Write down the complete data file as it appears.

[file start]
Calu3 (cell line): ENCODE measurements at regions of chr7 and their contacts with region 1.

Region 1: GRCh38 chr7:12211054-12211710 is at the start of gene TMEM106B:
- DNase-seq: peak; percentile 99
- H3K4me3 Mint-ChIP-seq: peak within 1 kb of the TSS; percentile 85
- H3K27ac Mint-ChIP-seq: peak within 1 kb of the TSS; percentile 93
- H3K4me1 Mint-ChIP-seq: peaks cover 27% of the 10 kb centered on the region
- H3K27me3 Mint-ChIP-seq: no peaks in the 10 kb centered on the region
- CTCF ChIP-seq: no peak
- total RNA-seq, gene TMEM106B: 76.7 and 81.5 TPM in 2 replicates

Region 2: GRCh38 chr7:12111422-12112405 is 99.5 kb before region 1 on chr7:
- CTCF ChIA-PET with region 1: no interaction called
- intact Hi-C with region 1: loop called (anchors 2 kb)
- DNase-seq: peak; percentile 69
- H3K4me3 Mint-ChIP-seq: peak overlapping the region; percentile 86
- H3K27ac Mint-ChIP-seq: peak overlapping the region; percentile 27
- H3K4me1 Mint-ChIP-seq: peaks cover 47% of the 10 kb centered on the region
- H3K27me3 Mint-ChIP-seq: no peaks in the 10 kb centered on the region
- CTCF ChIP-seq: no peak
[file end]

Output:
Calu3 (cell line): ENCODE measurements at regions of chr7 and their contacts with region 1.

Region 1: GRCh38 chr7:12211054-12211710 is at the start of gene TMEM106B:
- DNase-seq: peak; percentile 99
- H3K4me3 Mint-ChIP-seq: peak within 1 kb of the TSS; percentile 85
- H3K27ac Mint-ChIP-seq: peak within 1 kb of the TSS; percentile 93
- H3K4me1 Mint-ChIP-seq: peaks cover 27% of the 10 kb centered on the region
- H3K27me3 Mint-ChIP-seq: no peaks in the 10 kb centered on the region
- CTCF ChIP-seq: no peak
- total RNA-seq, gene TMEM106B: 76.7 and 81.5 TPM in 2 replicates

Region 2: GRCh38 chr7:12111422-12112405 is 99.5 kb before region 1 on chr7:
- CTCF ChIA-PET with region 1: no interaction called
- intact Hi-C with region 1: loop called (anchors 2 kb)
- DNase-seq: peak; percentile 69
- H3K4me3 Mint-ChIP-seq: peak overlapping the region; percentile 86
- H3K27ac Mint-ChIP-seq: peak overlapping the region; percentile 27
- H3K4me1 Mint-ChIP-seq: peaks cover 47% of the 10 kb centered on the region
- H3K27me3 Mint-ChIP-seq: no peaks in the 10 kb centered on the region
- CTCF ChIP-seq: no peak